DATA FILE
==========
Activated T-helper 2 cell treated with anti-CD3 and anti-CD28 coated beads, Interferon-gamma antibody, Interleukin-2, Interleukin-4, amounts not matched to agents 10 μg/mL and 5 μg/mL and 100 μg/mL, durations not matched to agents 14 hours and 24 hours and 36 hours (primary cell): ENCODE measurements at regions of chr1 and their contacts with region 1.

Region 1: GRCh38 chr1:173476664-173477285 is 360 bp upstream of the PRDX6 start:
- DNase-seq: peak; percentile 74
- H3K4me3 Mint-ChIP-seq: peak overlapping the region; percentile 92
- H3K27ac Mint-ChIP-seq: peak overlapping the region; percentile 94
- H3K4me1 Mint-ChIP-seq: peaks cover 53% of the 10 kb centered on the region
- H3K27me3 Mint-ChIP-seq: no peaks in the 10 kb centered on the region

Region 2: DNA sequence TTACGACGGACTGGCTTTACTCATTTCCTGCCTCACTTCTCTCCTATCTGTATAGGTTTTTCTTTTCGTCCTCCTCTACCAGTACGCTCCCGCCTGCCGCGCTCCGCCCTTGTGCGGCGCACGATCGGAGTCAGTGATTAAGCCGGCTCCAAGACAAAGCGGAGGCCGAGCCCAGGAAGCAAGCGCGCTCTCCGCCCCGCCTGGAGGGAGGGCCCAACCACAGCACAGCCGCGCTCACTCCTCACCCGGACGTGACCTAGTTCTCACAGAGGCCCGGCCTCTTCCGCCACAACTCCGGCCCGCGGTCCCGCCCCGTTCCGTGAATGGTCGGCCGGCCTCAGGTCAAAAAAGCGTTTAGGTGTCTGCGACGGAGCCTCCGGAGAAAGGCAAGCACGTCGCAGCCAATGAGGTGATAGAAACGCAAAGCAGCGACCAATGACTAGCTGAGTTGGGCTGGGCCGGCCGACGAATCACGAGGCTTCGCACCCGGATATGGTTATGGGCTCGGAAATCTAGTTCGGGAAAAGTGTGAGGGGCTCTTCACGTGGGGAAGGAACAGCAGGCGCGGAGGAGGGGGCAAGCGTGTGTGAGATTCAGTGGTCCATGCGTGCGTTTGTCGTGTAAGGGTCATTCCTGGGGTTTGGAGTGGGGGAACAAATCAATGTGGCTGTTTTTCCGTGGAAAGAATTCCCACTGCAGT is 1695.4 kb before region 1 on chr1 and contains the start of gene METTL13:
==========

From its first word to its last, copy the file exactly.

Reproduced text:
Activated T-helper 2 cell treated with anti-CD3 and anti-CD28 coated beads, Interferon-gamma antibody, Interleukin-2, Interleukin-4, amounts not matched to agents 10 μg/mL and 5 μg/mL and 100 μg/mL, durations not matched to agents 14 hours and 24 hours and 36 hours (primary cell): ENCODE measurements at regions of chr1 and their contacts with region 1.

Region 1: GRCh38 chr1:173476664-173477285 is 360 bp upstream of the PRDX6 start:
- DNase-seq: peak; percentile 74
- H3K4me3 Mint-ChIP-seq: peak overlapping the region; percentile 92
- H3K27ac Mint-ChIP-seq: peak overlapping the region; percentile 94
- H3K4me1 Mint-ChIP-seq: peaks cover 53% of the 10 kb centered on the region
- H3K27me3 Mint-ChIP-seq: no peaks in the 10 kb centered on the region

Region 2: DNA sequence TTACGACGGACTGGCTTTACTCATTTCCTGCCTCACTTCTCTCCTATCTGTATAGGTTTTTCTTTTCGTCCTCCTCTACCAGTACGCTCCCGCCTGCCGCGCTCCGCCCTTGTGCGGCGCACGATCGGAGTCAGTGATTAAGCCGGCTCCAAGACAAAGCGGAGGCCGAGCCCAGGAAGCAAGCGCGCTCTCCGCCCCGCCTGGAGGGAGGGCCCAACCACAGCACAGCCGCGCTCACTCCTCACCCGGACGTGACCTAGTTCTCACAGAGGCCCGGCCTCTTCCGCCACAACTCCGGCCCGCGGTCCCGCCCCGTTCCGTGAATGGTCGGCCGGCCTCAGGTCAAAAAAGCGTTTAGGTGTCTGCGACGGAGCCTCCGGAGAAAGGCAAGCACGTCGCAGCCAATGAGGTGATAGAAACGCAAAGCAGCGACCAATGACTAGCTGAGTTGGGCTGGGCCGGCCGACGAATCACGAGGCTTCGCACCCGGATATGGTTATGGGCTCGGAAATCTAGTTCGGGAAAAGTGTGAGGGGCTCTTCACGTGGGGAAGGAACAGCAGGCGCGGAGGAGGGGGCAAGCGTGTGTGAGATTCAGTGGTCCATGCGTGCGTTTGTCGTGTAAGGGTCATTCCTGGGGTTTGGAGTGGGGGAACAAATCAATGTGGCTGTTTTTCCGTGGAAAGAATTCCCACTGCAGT is 1695.4 kb before region 1 on chr1 and contains the start of gene METTL13: